Reading Present Over Perfect in the waiting room the other week, I overheard a young woman pushing a stroller quietly say to the receptionist, “I’m here for the Open Clinic. The Perinatal Mood Disorders one.”
“Do you have an appointment?”
She did not. Understandably so, given the title “Open Clinic.” She was just hoping to see someone, talk to someone. It didn’t matter who.
“I’m sorry, but we’re completely booked today. I know the title is misleading.”
As the mom’s shoulders collapsed, I could only imagine the effort it took her to get here at 8:00 am. She had showered and gotten dressed. Fed her baby. Changed and dressed her, too, before tucking her carefully into the car seat and loading that into the car. Along with the diaper bag and stroller, her purse. Drove to the clinic, unfolded the bulky stroller, clicked the car seat into it, grabbed everything else, admitted to a complete stranger that she needed help.
The receptionist was sympathetic, helped her to make an appointment for the next week or maybe the week after. I tried not to eavesdrop. But I know from experience that this “Open Clinic” is only available on Thursday mornings, and that it tends to book up weeks in advance. It’s not easy to get an appointment.
It’s not easy to make yourself call for one. Or to show up, like this brave mama. Especially when you’re struggling with the idea of struggling.
After my conversation with my sister, Dry Mama, I steeled myself to call the clinic’s behavioral health department. I politely requested an appointment with a nurse practitioner who had positive reviews online in regards to perinatal health.
It turns out it’s not that simple.
I had to make innumerable phone calls over the course of three days to get an appointment. Thankfully it was still spring break, so I had time during the workday to wait while I was transferred from department to department, sitting on hold listening to scratchy violin music for long stretches of time.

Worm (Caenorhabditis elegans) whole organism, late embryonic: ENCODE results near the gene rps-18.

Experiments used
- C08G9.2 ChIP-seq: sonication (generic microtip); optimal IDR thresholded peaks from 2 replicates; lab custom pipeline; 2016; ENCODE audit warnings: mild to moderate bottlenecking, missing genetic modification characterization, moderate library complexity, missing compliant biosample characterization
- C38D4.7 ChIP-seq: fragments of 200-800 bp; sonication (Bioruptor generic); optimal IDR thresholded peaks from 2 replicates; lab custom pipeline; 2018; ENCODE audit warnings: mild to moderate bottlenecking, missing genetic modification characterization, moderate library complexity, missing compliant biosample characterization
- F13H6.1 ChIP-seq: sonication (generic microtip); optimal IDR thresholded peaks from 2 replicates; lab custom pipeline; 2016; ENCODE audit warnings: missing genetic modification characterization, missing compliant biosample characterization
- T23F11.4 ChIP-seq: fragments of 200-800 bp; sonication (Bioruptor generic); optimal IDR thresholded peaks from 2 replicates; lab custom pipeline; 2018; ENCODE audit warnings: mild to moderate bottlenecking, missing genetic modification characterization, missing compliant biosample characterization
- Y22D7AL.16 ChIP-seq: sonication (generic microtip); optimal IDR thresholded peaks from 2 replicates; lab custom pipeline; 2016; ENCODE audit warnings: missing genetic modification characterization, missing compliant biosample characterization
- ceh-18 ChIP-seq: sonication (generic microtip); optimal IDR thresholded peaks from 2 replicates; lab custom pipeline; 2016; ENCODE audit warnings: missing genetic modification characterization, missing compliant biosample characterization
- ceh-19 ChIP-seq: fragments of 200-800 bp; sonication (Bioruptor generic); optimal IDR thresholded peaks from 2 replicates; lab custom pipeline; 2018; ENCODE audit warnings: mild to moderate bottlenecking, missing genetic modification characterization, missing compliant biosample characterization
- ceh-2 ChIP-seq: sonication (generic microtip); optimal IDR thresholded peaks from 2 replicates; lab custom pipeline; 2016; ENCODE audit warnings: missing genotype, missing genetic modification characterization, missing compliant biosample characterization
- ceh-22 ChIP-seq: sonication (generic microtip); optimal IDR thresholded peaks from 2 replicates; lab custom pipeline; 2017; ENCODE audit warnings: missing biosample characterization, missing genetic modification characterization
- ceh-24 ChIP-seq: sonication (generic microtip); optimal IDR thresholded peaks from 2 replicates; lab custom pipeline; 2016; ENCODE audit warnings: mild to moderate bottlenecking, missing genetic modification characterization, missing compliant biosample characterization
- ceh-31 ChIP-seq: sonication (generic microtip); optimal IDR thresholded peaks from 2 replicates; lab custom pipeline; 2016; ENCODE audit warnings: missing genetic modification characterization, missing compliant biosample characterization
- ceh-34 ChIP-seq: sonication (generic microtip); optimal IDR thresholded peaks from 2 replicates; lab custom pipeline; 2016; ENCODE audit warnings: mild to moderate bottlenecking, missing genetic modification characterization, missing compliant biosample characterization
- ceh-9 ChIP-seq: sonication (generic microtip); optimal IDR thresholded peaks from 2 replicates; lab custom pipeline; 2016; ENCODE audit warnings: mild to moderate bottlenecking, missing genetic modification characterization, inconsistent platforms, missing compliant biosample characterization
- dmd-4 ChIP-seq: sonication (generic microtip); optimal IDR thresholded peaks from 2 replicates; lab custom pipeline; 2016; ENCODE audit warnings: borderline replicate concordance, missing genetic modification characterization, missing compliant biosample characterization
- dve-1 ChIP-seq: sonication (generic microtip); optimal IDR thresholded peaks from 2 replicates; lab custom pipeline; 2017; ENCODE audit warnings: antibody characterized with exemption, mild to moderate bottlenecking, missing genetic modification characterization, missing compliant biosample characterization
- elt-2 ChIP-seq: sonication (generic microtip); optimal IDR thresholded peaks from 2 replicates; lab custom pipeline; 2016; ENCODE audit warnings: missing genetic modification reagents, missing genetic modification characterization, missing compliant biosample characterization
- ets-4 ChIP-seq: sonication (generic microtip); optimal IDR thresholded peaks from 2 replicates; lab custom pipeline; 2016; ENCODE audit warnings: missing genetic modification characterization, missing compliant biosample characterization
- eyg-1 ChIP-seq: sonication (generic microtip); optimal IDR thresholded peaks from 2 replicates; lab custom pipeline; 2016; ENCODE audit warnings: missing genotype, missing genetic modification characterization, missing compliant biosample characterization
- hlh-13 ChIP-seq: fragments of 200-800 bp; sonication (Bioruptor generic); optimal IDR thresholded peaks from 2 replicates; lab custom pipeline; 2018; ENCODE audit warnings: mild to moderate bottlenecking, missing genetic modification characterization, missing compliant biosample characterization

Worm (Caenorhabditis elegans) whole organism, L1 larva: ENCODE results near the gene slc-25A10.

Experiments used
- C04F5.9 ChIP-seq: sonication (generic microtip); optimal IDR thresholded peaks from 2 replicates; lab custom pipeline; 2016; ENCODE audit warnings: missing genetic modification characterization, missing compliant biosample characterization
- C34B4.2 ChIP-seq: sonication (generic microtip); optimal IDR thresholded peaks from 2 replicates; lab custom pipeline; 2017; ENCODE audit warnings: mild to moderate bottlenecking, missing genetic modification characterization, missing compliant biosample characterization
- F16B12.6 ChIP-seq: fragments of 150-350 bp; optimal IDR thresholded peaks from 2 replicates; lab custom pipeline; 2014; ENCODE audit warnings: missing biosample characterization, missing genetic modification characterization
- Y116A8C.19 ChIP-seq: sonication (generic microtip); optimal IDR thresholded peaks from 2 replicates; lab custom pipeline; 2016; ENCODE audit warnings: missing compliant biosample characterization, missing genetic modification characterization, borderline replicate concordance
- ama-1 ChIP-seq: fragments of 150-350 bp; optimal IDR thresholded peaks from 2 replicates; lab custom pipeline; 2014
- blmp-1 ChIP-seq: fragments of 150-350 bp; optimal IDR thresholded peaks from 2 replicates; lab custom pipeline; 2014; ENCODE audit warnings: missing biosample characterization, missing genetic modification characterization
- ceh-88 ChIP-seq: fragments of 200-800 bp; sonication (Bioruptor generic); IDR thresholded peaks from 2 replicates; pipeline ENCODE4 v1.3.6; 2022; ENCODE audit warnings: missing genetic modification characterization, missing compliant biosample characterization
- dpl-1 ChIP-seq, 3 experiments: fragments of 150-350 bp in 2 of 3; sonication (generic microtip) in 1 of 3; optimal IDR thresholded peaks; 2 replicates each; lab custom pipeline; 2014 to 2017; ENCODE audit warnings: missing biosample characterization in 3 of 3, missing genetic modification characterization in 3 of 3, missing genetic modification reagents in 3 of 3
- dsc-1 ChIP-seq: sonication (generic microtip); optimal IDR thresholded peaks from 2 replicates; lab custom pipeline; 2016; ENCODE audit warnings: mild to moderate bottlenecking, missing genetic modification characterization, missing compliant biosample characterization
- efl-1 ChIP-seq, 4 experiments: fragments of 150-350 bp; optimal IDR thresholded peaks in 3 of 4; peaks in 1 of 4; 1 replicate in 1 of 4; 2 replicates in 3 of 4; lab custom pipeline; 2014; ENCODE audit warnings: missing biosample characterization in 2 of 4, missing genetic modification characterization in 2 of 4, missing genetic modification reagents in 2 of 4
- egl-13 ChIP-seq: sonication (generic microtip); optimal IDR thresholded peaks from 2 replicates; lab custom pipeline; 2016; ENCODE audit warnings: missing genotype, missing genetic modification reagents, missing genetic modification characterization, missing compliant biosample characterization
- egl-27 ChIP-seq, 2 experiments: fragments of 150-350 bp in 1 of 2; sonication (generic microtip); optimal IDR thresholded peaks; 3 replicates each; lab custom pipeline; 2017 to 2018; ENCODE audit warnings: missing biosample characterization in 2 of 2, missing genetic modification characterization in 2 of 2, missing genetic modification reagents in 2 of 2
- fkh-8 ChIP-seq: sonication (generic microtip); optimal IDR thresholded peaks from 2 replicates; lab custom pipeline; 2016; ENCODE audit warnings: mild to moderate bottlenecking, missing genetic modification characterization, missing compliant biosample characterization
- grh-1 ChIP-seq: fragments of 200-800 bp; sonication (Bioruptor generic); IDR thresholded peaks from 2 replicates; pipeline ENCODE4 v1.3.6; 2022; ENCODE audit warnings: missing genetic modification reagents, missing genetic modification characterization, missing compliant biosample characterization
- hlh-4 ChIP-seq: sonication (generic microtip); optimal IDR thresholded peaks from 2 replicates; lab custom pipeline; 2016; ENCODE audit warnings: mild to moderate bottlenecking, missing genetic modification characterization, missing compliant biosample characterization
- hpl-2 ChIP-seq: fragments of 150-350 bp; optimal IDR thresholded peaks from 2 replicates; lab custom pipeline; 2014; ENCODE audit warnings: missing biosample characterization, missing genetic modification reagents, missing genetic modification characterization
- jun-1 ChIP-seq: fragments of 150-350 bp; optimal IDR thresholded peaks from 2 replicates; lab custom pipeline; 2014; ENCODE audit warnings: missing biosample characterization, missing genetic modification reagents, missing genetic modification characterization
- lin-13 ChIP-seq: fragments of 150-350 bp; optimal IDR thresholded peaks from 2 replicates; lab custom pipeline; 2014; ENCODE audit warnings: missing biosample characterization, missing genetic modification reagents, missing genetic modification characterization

I couldn’t seem to get the right person on the phone and kept being redirected. Apparently I needed to be “interviewed” before I could make an appointment to be “screened” at which point I could make another appointment to create a “treatment plan.” The nurse who did the interviews never seemed to be at her desk and she wasn’t the best at returning calls.
I was frustrated, angry, and ready to give up. The Engineer and Dry Mama pushed me to keep pushing.
Be your own advocate, Dry Mama repeated. I didn’t feel like it. But Dry Mama was relentless.
When I finally spoke with the appropriate nurse in the appropriate department and answered her initial questions, she said it sounded like I needed to be seen as soon as possible. She made some exceptions and found me an appointment three days later.
Be your own advocate. That advice actually comes from our Mom, who repeats it All. The. Time. It started when her breast cancer diagnosis was delayed for a year because the doctor overlooked something on her chart.
I don’t know what happened to the waiting room mom. I pray that she got help, that someone was pushing her to seek it, to keep seeking it even when obstacles arose. That she advocated for her motherhood.
Be your own advocate.